Black oil and white sand
I couldn’t see the beaches or the water as I came in last night. The fog was so thick you would have thought I was in Boston instead of Panama City.
I awoke this morning to a thunderous downpour. There just a hint of blue sky as I sit on my mother’s patio overlooking the water on the 8th hole at Bay Point.
The birds are flying in and out of the pond just as quiet and peaceful as you can imagine. I wonder if they know of the huge oil slick lingering off the coast that could threaten their very existence.
Panama City Beach has always been part of my life. As kids, our parents would take us down for the day to play in the waves, marvel at the brilliantly white sand, and finally to complain about the sticky salt on our skin. We would then go back to Compass Lake, jump in the fresh spring water, and somehow feel cleansed as the salt washed away from our skin.
There were a lot of firsts for me in Panama City, some of which I can’t discuss here. Among the more stupid things I did was stay in the sun all day without any sunscreen to make my dark tan darker. To show off my swimming prowess, I would swim to the second sand bar at night.
I would do that foolish deed until I came across a man cleaning a shark’s jaw on Shell Island. He would put a bloody fish on a chain, attached to a ski rope and stake it in the ground on shore. He would paddle the bloody fish out about 200 years on a surfboard before returning to land. Usually by morning he had pulled a shark to shore. His wall was full of clean but menacing shark jaws and teeth.
I occasionally would sleep in the white dunes along what is now Thomas Drive. With nothing but a blanket, you could often see the crab tracks on either side of where I laid, with no tracks on the sand where they had crawled over my body as I slept.
It was where I caught the most fish in my life after my father put us on a sunken ship tens of miles out in the ocean that red snapper swarmed around. It was the only time in my life I caught more than one fish on the same line at the same time. We had to stop occasionally just to take a break from pulling them in.
I see the pictures of college kids on television during Spring Break at Panama City and wonder if they could possibly be having as much fun as we did. There were no huge organized parties or lewd contests. We congregated at an old motel near Sunnyside called the Wavecrest.
The owner was an old SAE from Auburn and gave us preferential treatment. He owned a few cabins in front of the motel. If you had a cabin it was an indication of either how early in the week you left school or how good of a regular customer you were. I was guilty of both.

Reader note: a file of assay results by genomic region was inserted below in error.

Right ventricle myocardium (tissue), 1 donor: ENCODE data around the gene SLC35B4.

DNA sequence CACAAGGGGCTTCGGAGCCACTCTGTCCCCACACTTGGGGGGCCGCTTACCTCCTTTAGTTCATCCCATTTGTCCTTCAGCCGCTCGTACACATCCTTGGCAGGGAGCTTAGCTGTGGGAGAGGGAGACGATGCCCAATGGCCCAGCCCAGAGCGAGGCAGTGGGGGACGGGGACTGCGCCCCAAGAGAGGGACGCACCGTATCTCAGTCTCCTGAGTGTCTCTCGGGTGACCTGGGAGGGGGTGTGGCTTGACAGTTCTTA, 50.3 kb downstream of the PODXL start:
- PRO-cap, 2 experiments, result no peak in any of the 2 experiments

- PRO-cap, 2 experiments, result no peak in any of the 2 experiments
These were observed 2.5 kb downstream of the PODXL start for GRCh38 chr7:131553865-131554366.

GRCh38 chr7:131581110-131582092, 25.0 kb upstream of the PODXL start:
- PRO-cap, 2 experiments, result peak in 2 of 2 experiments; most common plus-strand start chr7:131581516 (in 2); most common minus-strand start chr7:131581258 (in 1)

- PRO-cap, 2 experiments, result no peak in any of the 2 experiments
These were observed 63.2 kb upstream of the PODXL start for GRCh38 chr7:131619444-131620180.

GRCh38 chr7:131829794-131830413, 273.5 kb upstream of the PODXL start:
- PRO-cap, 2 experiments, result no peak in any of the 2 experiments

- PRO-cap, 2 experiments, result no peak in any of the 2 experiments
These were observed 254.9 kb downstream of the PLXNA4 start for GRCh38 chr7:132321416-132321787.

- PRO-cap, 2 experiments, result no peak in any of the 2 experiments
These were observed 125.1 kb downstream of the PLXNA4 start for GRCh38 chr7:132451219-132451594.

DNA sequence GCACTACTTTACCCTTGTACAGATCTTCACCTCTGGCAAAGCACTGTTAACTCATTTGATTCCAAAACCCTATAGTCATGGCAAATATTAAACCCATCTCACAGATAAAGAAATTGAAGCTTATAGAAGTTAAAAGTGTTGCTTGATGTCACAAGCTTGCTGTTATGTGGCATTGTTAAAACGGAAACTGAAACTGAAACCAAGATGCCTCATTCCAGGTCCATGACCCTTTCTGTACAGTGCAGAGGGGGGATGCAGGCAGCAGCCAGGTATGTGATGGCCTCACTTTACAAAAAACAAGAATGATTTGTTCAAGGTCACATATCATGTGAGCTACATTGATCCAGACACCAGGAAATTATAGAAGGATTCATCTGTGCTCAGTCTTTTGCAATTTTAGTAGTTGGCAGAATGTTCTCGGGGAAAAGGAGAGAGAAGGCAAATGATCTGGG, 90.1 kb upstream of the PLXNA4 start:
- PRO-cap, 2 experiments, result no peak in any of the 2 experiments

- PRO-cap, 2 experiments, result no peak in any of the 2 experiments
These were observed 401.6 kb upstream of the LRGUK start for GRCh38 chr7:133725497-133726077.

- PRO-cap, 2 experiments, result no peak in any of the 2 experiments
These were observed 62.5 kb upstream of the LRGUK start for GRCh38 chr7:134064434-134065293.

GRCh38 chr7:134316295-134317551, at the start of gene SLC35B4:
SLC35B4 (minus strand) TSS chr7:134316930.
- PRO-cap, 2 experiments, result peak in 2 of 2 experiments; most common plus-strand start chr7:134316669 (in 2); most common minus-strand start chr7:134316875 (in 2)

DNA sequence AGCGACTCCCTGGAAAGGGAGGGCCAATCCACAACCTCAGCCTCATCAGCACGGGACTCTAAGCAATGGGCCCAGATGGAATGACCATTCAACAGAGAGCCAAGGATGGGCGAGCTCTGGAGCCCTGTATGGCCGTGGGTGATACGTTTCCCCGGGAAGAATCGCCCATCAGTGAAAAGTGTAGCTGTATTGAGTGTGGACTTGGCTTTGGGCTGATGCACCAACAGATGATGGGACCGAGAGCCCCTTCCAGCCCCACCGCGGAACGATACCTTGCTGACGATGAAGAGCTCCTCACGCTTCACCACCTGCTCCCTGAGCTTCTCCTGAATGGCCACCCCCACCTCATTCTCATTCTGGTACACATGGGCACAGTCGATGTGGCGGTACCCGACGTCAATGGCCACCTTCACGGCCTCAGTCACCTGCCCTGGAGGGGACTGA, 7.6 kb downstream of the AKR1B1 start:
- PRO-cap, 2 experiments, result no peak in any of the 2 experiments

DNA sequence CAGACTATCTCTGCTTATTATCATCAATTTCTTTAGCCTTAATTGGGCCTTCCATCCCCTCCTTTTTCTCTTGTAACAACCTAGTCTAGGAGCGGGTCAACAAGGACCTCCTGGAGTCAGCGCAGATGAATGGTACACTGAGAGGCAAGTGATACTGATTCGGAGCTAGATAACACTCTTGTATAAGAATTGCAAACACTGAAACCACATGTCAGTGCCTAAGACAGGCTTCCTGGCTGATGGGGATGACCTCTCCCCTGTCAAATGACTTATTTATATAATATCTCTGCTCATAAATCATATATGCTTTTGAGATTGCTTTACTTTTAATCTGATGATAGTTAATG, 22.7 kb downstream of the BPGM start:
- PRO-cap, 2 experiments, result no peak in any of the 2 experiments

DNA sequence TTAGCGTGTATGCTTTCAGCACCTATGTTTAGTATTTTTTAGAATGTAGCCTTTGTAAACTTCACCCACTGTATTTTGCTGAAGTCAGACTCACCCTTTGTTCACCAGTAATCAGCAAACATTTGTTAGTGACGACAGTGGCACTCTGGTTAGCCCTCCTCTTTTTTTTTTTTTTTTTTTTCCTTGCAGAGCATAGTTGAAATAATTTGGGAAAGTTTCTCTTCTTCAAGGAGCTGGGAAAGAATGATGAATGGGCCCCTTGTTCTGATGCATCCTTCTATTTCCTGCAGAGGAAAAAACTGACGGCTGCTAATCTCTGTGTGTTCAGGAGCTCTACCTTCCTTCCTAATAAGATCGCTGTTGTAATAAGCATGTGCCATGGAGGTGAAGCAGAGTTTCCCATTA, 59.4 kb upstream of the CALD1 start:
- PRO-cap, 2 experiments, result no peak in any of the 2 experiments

The old Kiska Court was across the street and consisted of two bedroom cottages that were built sturdy enough to hold a dozen poor students. We would cook out and hopefully have enough money to eat out one night during the weekend.
We played cards on the beach until we cooked ourselves and very seldom had a beer before noon. It is where Mary Lou and I discovered we were really meant to be together, traveling to the Wavecrest after our one and only breakup before we got married.
Years later, it was torn down to be replaced by yet another tall, expensive condo project. We stopped and took a picture with only the rubble and the sign remaining. We sent it to all our college friends. We really didn’t have to say anything because we all had our own good memories of those times.
Our children came along and by then their grandparents lived here at Bay Point. My kids viewed Shell Island as their private retreat. They thought the sand was this beautiful all over the world. As they began to travel, they always compared other beaches to Panama City and they always came up short.
They got to see the ocean from my parent’s big boat and would fish for hours for choafers from the sea wall at their home as my Dad patiently baited their hooks. We cooked fresh fish we caught, barbecued ribs on the deck, and tried the new restaurants as they would come and go. Life seemed to revolve around naps, games and food.
Today I see this beautiful sand in a more fearful light. The oil spill that is dominating our news has inched ever closer to this part of paradise. Five-thousand barrels a day continue to pour into the Gulf of Mexico with no definite end in sight. The leak is nearly a mile below the surface of the ocean and is 40 miles offshore. However, with strong winds and ocean currents, its potential landfall could be most anywhere.
The cost of the rehabilitation of the seafood and wildlife, not to mention the economic impact will be in the billions of dollars. Some of the wildlife returned to its normal state after the Exxon Valdez oil spill in Alaska. Some have made a partial recovery. Some did not return at all.
Shimmering black oil on brilliant white sand. It is a picture I shudder to think about. There are men and women putting their lives on the line to help make sure that doesn’t happen. You should pray from them, their work and for God’s intervention in preserving one of His masterpieces.
There are all sorts of environmental disasters caused by man that can make a top 10 list: Chernobyl, Three Mile Island, Exxon Valdez and the Love Canal. There is the dead zone that periodically appears in the Gulf of Mexico caused by fertilizer and animal waste runoff. It is the size of New Jersey.
There is the Great Pacific Garbage Patch swirling in the North Central Pacific Ocean. It contains more than 100 million tons of garbage, mostly plastic, in an area nearly the size of the United States.
We can only hope and pray that this ecological disaster so near our homes can be contained before it can make such a list so my grandchildren can enjoy some of the same memories I have of this place.